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sunscreen blog A Look at Sun Exposure and Skin Cancer

Skin cancer is the most commonly diagnosed cancer in the United States, with millions of new cases each year. The prevailing advice to prevent skin cancer has long been to avoid the sun and slather on sunscreen. But is this fear of sunlight justified? At Life in Balance Wellness in Travelers Rest, Dr. Chris offers a nuanced perspective on the role of sun exposure in our health.

The Paradox of Sun Exposure

While it’s true that excessive sun exposure can lead to relatively benign skin cancers, such as basal cell carcinoma and squamous cell carcinoma, the data suggests a more complex relationship between sunlight and our health. Ironically, the most dangerous form of skin cancer, melanoma, appears to be less influenced by sun exposure than commonly thought.

The Role of Sunlight in Health

Sunlight is essential for our well-being. It helps our bodies synthesize vitamin D, a crucial nutrient for bone health, immune function, and mood regulation. Not getting enough sunlight can increase your risk of dying and may even increase your risk of developing skin cancer. Despite decades of warnings about the dangers of sun exposure, there hasn’t been a significant reduction in skin cancer deaths.

Historical Perspective on Sunlight

Historically, sunlight was used as a therapy for various ailments. Patients were encouraged to spend time in the sun to treat conditions like influenza and tuberculosis. This therapeutic use of sunlight underscores its health benefits, which modern medicine sometimes overlooks. While it is important to stay well-balanced and be smart about sun safety, we also need to remember the natural health benefits of the sun and it’s affects.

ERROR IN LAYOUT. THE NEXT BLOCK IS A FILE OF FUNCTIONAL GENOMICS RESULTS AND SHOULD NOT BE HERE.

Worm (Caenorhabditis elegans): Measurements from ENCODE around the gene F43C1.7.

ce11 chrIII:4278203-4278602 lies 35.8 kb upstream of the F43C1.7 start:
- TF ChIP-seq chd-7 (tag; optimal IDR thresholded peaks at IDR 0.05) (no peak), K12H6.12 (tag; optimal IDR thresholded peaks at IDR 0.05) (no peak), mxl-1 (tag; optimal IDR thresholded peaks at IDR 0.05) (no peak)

The Swedish Study

A compelling 20-year prospective study in Sweden evaluated 29,518 women and found that those who avoided the sun had a significantly higher risk of death than those with regular sun exposure. Women who avoided the sun were 50% more likely to die than those with moderate sun exposure and 130% more likely to die than those with high sun exposure. Remarkably, non-smokers who avoided the sun had the same risk of dying as smokers who got sunlight.

Types of Skin Cancer

Basal Cell Carcinoma

  • Prevalence: 80% of skin cancer cases
  • Fatality Rate: Close to 0%
  • Risk Factors: Sun exposure, fair skin, family history

Squamous Cell Carcinoma

  • Prevalence: Second most common
  • Survival Rate: 95%, drops to 56% if metastasized


  • Prevalence: 1% of skin cancers
  • Fatality Rate: Highest among skin cancers
  • Sun Exposure: Only 22% found in sun-exposed areas

Interestingly, a study of 528 people with solar elastosis, a skin change from excessive sun exposure, showed they were 60% less likely to die from melanoma. Additionally, outdoor workers, who get significantly more sun exposure, have a lower incidence of malignant melanoma than indoor workers.

The Irony of Sunscreen

Many sunscreens contain harmful chemicals. A 2021 report found benzene, a known carcinogen, in 78 popular sunscreen brands! While protecting your skin from burns is crucial, choosing sunscreens without harmful additives is equally important.

Dr. Chris’s Advice

At Life in Balance Wellness, we advocate for a balanced approach to sun exposure. Enjoy the sun, but avoid getting burned. Sunlight is vital for your health, and with mindful exposure, you can reap its benefits while minimizing risks.

This summer, as we enjoy the longer days, water, and vacations – let’s also take a moment to appreciate the natural world around us. Step outside, soak up the sun and remember the importance of balance in all aspects of life.

Stay healthy & well, Dr. Chris and the Life in Balance Wellness Team

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